Modi launches fit India movement as the country battles its diabetes capital tag

Prime Minister Narendra Modi performs yoga during a mass yoga event on the 5th International Day of Yoga at Prabhat Tara ground, in Ranchi.Photo/Kamal Kishore) (
  • PM Narendra Modi launches National Campaign for fitness.
  • India’s healthcare conditions aren’t getting better any sooner, without a large-scale movement on health.
  • India isn't on track to achieve any of the nine nutrition goals laid down by WHO by 2025.
  • Around 65 million people were diagnosed with diabetes in 2016 as opposed to 26 million in 1990.
PM Narendra Modi launches National Campaign for fitness.


"We should make fitness our mantra for life,” Modi told while addressing a large crowd of children who put up a grand show ahead of the launch at the Indira Gandhi Stadium Complex.

Modi is also a staunch advocate of Yoga."Yoga is a discipline. Yoga is beyond age, caste, religion, region, and boundaries. Yoga sabka hai aur sab yoga ke hain,” he said on June 21 while celebrating international Yoga day.

The Indian government is also trying to turn Yoga asanas or postures into a sport.

All these initiatives come at a time when a large number of Indians are suffering from lifestyle diseases.


India to miss all of WHO's 9 nutrition goals

According to the 2018 Global Nutrition Report, India isn't on track to achieve any of the nine nutrition goals laid down by WHO including -- reducing adult and childhood obesity, wasting and stunting, diabetes, anaemia in women of reproductive age, and increase exclusive breastfeeding by 2025.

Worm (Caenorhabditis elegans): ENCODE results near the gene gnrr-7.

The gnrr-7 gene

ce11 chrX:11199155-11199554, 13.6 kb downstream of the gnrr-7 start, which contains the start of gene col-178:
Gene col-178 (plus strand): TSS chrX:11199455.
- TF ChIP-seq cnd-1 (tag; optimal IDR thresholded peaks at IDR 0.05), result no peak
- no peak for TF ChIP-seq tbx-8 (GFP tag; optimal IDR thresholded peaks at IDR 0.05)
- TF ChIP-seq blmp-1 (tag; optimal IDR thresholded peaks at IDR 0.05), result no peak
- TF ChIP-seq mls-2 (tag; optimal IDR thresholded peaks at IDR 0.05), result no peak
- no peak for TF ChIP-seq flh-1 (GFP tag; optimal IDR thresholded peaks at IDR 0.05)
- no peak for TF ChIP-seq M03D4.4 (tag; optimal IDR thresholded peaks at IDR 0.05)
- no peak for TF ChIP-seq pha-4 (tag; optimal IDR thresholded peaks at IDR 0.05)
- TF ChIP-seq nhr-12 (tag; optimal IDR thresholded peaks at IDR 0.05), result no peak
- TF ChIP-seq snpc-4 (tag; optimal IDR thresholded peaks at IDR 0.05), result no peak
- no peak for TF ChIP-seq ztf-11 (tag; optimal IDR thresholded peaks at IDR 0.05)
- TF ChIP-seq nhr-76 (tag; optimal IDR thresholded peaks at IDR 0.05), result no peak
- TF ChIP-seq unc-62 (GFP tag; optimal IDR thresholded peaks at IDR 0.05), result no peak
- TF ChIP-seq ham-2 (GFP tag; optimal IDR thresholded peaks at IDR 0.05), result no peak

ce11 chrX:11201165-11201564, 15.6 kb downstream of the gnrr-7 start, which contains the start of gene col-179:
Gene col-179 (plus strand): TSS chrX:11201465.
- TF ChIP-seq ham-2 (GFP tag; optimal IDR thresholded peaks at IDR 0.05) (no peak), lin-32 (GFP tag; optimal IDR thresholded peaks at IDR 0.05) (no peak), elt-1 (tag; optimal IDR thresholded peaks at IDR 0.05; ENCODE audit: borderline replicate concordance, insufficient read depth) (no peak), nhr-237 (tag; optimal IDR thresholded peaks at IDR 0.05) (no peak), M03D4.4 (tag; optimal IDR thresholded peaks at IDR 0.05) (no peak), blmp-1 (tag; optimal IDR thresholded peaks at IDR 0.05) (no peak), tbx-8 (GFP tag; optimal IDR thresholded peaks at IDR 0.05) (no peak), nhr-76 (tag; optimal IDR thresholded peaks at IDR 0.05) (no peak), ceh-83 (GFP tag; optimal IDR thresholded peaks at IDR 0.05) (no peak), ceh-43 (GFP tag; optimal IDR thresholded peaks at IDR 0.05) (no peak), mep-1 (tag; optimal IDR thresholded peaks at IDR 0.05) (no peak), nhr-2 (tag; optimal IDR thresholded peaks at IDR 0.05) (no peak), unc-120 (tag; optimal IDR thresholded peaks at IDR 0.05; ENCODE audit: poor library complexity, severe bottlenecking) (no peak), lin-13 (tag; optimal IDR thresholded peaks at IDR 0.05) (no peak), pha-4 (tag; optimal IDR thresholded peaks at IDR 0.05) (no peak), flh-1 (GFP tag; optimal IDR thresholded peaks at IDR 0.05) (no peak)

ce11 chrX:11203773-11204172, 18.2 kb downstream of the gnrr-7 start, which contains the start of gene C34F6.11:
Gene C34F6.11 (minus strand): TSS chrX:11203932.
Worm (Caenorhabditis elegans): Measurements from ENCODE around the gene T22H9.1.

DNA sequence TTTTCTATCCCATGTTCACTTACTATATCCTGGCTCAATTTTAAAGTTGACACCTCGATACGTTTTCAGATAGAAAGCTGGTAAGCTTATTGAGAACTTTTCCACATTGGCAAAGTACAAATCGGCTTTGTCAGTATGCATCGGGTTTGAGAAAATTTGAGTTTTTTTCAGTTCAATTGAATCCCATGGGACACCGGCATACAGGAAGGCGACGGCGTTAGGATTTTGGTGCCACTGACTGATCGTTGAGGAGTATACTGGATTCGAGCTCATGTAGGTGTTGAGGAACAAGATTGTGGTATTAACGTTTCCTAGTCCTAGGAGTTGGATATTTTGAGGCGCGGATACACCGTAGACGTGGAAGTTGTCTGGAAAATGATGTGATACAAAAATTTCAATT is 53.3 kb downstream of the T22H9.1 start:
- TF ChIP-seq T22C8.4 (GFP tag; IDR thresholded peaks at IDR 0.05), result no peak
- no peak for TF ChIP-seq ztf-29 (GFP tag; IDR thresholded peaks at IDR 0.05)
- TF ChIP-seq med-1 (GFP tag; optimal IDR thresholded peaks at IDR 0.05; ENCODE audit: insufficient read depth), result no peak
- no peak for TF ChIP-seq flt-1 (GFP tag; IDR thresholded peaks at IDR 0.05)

India also holds the dubious distinction of being the diabetes capital of the world.

Around 65 million people were diagnosed with diabetes in 2016 as opposed to 26 million in 1990. As many as 35% of diabetics also suffer from obesity.

The number of overweight adults otherwise also surged to 21% in 2016. The three greatest threats to human health around the world include undernutrition, obesity, and climate change warned a recent study by Lancet.

Indians love to eat well and just won't go on a diet

Few Indians abstain from food to take up healthy habits as well. As per a survey, Indias prefer to 'eat well' over sacrificing food for health. The survey says as few as 33% people believe that being thin is more important than eating well.

Interestingly, 74% of the respondents said they were content with their current weight. However, 57% have tried a diet to lose weight, diet plans of 59% who tried it, failed.
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